Interacting with media on the sidelines of 32 ndconvocation of Mangalore University, Radhakrishnan said in 2006-07, a study was taken up on possibilities and capabilities of putting human beings into space, that is around 275-400kms from Earth, keep them for a week, and bring them back safely to Earth.
MANGALORE: While there is no approved programme to put human payload in to space, Indian Space Research Organisation (ISRO) is however working on several areas of new technology that can make this possible, said K Radhakrishnan, chairman, Isro. One such technology - that is the crew module - will be tested with the experimental flight of GSLV Mk-III launch vehicle that will be launched in late May or early part of June, Radhakrishnan noted.
Interacting with media on the sidelines of 32 ndconvocation of Mangalore University, where he was the chief guest, Radhakrishnan said in 2006-07, a study was taken up on possibilities and capabilities of putting human beings into space, that is around 275-400kms from Earth, keep them for a week, and bring them back safely to Earth. GSLV Mk-III launch will enable Isro to test how the rocket minus the cryogenic stage and the module will work.
Noting that Isro has carried out model testing of the crew module in the lab, he said there is need to do it in actual condition. "We are working on the environment control and life support systems," he said adding work is also going to develop the space suit. To safeguard lives of crew, steps are also being taken to detect failures on board a proposed flight so that the crew can be ejected to safety in time and a crew escape system is being worked on.
On the vital question of which vehicle system is ideally suited for such an endeavour, he said a PSLC can carry one human, a GSLV two humans, and GSLV Mk-III three humans and space for experiment. Observing that the last named vehicle offers future expansion potential, he said short of describing it human rated vehicle, Isro is working on technologies related to it. The sized down versions of the crew module are being tested in the laboratory.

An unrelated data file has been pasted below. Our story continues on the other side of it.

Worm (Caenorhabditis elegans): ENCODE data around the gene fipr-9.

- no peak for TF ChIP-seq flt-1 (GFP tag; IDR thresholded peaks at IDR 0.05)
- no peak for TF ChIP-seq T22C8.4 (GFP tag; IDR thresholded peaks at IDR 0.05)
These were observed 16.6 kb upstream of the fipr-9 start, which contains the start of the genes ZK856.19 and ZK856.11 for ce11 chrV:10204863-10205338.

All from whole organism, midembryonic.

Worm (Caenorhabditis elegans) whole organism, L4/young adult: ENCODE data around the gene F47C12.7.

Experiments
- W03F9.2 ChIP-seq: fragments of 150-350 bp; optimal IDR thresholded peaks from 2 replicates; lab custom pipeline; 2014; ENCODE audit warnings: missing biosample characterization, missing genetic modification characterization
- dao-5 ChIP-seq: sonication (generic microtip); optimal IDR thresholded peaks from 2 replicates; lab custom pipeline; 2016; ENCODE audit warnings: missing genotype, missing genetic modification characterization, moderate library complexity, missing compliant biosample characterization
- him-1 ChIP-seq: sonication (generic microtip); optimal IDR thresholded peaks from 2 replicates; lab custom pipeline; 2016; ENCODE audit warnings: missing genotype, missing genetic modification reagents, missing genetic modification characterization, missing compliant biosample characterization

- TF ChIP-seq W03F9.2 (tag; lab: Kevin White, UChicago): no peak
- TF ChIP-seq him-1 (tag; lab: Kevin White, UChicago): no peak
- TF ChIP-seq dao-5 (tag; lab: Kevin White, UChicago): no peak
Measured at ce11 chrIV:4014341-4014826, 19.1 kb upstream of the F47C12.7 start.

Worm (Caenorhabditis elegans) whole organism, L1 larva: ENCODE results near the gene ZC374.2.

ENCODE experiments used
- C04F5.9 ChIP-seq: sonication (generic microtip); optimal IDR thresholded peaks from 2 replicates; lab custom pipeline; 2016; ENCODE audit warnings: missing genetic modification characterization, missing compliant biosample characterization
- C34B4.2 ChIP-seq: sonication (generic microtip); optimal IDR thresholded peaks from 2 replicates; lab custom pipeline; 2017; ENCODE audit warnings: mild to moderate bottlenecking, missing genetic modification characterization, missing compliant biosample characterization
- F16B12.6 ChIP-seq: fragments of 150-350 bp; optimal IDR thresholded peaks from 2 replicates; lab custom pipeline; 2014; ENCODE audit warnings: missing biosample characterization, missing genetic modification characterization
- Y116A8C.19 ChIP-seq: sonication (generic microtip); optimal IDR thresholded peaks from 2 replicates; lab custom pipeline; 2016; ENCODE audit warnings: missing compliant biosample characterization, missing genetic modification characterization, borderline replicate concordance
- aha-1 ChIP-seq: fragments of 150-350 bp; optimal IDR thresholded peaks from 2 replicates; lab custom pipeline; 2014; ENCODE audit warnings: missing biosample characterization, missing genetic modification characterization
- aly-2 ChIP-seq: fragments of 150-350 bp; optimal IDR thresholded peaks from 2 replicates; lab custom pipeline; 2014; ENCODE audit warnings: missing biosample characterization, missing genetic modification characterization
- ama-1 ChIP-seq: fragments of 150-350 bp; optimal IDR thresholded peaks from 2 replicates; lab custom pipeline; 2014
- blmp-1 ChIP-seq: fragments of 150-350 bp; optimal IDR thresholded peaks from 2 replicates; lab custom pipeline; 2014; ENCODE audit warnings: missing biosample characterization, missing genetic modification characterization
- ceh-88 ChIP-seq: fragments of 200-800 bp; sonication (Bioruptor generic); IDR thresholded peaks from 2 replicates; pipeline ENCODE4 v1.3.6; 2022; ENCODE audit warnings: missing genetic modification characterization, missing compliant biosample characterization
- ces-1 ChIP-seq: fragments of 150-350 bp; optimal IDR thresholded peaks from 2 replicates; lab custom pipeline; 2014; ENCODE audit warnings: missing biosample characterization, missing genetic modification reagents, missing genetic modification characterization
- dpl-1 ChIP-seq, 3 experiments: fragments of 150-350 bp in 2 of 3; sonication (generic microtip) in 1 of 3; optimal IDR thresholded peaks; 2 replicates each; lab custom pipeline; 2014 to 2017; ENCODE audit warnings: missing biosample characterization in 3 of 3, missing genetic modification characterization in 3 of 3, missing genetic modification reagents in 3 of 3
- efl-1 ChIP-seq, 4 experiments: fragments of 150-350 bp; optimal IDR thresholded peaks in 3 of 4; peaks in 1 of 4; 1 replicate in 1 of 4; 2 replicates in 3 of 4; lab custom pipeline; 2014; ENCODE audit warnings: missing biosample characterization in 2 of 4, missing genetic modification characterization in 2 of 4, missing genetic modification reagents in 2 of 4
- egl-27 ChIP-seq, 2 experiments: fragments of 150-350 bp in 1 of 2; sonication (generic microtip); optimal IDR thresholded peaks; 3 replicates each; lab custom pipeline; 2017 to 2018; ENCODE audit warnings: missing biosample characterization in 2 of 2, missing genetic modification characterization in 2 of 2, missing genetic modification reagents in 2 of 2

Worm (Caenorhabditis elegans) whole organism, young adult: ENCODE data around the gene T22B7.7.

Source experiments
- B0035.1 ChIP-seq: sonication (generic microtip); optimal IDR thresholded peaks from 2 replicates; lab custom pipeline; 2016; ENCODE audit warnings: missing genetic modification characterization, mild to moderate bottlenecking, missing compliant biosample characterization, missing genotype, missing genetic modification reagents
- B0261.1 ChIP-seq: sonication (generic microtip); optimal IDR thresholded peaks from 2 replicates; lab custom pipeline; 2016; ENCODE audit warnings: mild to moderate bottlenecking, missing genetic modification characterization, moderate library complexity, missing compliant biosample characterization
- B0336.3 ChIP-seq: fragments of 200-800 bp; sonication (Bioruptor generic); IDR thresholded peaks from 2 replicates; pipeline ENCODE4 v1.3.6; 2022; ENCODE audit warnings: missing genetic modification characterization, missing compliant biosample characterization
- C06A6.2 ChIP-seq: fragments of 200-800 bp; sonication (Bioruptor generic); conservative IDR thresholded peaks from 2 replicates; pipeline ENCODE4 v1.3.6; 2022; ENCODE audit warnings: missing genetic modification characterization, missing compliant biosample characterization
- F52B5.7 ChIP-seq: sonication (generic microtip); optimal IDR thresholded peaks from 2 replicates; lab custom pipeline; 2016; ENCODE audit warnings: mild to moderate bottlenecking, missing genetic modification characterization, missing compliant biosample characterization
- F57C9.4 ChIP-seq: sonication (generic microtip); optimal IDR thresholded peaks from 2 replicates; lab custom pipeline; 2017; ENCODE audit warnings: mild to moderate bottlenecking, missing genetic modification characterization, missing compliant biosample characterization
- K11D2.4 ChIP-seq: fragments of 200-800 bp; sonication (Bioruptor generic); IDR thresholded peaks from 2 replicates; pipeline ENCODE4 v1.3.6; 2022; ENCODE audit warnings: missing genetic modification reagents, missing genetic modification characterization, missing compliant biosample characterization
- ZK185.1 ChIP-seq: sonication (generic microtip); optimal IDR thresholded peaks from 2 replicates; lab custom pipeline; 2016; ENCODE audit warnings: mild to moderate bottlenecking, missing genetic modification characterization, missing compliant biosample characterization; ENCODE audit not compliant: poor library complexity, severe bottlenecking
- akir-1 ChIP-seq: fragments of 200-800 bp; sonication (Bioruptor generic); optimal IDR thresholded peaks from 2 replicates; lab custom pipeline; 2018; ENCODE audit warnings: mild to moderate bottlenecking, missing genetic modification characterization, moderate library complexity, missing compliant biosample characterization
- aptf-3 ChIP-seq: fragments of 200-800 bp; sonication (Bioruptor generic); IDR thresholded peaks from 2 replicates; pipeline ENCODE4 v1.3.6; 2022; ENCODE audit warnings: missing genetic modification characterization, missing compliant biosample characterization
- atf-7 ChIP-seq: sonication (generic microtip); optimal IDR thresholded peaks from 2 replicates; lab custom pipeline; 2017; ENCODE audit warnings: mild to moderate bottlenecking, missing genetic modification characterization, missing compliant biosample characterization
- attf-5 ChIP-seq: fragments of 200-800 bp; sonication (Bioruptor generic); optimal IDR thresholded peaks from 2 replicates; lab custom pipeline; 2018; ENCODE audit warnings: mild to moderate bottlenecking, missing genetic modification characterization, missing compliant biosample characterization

Noting that the GSLV Mk-III is being integrated at Sriharikota, and the crew module at Thiruvananthapuram, he said the GSLV Mk-III provides three times higher thrust than GSLV flown earlier in January. "Isro has carried out three tests of this new engine," he said, adding that the first development flight of GSLV Mk-III will be carried out latest in 2016. This will enable us carry a payload of around four-tonnes, Radhakrishnan added.
On collaborative programme with NASA, he said work is on to develop synthetic aperture radar. "Both are working on details of the project," he said, adding the development work will start once the government approvals are received.
While ISRO will work on S Band synthetic aperture radar, NASA will work on L Band synthetic aperture radar. ISRO will develop the satellite and also facilitate the launch that will take place in 2020, he said.
Isro on YouTube
Acknowledging the massive boost that social media - Facebook and Twitter did to bring Gen Y to discuss and exchange ideas about space programme, Radhakrishnan said Isro is also planning to tap the potential that You Tube offers for it is live and dyamic. The entry into FB with the Mars Orbiter mission brought 3 lakh likes, and the GSLV launch 50,000+ likes, he said, adding encouraging thing is Gen Y is discussing and talking science.
With a maximum of youth in the age-group of 18-34 years on social media, it is imperative to utilise medium this generation uses to communicate, Radhakrishnan said. Observing that Mars Orbiter is a one-year Mission, Radhakrishnan said Isro's foray into social media is to tap into interest that Mars Orbiter mission has created beyond the mission period. Isro incidentally webcasts live its various launch programmes, Radhakrishnan added.